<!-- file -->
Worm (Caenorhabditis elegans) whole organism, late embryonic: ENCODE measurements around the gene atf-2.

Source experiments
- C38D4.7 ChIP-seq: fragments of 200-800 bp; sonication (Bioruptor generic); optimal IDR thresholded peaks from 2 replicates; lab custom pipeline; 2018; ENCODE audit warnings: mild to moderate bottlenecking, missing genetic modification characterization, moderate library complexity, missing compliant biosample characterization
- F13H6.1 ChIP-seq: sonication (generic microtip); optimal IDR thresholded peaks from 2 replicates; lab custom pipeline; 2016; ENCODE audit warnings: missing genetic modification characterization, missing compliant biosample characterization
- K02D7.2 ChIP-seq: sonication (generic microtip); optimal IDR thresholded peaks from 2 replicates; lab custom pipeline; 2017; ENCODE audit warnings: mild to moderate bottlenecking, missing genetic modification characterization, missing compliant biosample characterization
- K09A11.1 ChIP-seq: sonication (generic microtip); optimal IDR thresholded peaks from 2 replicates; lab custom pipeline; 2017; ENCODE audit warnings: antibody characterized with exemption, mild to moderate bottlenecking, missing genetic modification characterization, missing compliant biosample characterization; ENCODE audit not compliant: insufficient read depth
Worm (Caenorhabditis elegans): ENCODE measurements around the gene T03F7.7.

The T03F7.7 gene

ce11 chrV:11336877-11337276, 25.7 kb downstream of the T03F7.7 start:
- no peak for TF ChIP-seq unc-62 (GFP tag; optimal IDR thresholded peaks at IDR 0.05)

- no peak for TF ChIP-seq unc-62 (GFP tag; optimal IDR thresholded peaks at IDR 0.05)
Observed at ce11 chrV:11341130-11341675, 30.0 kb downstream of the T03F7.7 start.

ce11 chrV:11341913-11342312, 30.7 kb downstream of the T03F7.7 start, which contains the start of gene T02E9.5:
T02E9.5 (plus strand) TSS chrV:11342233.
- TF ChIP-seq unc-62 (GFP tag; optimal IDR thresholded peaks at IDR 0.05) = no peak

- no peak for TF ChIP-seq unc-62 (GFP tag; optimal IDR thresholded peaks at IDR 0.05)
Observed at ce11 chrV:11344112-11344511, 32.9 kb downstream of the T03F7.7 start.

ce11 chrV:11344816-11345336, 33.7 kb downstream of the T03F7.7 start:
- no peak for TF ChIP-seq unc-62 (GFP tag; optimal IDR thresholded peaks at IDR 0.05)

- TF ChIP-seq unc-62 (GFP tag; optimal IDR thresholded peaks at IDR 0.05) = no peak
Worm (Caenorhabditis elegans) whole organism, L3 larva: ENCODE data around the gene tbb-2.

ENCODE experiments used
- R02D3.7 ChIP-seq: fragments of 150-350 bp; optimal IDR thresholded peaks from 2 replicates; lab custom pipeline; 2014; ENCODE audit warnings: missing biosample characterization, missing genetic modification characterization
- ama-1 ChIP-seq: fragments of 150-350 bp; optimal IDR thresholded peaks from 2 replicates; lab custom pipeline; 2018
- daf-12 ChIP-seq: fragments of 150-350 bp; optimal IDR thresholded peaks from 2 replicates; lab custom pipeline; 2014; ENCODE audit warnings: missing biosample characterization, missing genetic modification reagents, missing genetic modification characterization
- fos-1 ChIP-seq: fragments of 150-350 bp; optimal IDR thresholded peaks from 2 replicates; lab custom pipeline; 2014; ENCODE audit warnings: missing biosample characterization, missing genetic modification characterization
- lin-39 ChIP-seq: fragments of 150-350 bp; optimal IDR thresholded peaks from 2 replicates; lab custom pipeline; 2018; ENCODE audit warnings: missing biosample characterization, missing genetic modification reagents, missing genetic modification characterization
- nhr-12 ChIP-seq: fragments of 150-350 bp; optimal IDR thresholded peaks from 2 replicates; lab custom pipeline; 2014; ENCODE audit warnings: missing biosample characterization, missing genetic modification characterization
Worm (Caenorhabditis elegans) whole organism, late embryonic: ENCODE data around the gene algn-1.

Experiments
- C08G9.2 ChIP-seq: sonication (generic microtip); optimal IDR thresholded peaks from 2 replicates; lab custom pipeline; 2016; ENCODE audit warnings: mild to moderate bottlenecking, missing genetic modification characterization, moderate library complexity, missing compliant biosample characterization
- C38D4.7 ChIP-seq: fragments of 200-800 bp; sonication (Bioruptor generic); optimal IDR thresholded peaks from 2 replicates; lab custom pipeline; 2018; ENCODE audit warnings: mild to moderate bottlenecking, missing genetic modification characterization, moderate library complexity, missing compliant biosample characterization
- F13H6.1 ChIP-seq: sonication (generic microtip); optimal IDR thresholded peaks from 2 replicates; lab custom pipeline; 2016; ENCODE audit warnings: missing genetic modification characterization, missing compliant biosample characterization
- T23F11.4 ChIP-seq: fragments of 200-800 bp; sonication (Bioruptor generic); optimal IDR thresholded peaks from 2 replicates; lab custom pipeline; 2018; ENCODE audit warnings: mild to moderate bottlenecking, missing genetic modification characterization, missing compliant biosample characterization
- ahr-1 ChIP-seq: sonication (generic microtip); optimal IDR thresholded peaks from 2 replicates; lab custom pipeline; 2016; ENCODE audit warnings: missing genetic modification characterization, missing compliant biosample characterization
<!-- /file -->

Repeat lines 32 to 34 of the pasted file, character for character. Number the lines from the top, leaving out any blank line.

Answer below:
- C38D4.7 ChIP-seq: fragments of 200-800 bp; sonication (Bioruptor generic); optimal IDR thresholded peaks from 2 replicates; lab custom pipeline; 2018; ENCODE audit warnings: mild to moderate bottlenecking, missing genetic modification characterization, moderate library complexity, missing compliant biosample characterization
- F13H6.1 ChIP-seq: sonication (generic microtip); optimal IDR thresholded peaks from 2 replicates; lab custom pipeline; 2016; ENCODE audit warnings: missing genetic modification characterization, missing compliant biosample characterization
- T23F11.4 ChIP-seq: fragments of 200-800 bp; sonication (Bioruptor generic); optimal IDR thresholded peaks from 2 replicates; lab custom pipeline; 2018; ENCODE audit warnings: mild to moderate bottlenecking, missing genetic modification characterization, missing compliant biosample characterization